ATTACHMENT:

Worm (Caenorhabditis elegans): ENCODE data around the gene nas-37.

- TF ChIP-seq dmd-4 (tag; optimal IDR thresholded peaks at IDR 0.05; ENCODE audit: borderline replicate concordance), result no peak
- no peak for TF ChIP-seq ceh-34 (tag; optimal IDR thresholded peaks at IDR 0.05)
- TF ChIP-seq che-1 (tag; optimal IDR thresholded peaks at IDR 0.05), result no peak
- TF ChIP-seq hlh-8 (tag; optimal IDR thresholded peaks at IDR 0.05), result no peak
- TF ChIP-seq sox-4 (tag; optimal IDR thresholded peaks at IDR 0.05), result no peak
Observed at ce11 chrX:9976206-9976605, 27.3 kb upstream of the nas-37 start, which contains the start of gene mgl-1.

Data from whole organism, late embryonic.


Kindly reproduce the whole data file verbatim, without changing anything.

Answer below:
Worm (Caenorhabditis elegans): ENCODE data around the gene nas-37.

- TF ChIP-seq dmd-4 (tag; optimal IDR thresholded peaks at IDR 0.05; ENCODE audit: borderline replicate concordance), result no peak
- no peak for TF ChIP-seq ceh-34 (tag; optimal IDR thresholded peaks at IDR 0.05)
- TF ChIP-seq che-1 (tag; optimal IDR thresholded peaks at IDR 0.05), result no peak
- TF ChIP-seq hlh-8 (tag; optimal IDR thresholded peaks at IDR 0.05), result no peak
- TF ChIP-seq sox-4 (tag; optimal IDR thresholded peaks at IDR 0.05), result no peak
Observed at ce11 chrX:9976206-9976605, 27.3 kb upstream of the nas-37 start, which contains the start of gene mgl-1.

Data from whole organism, late embryonic.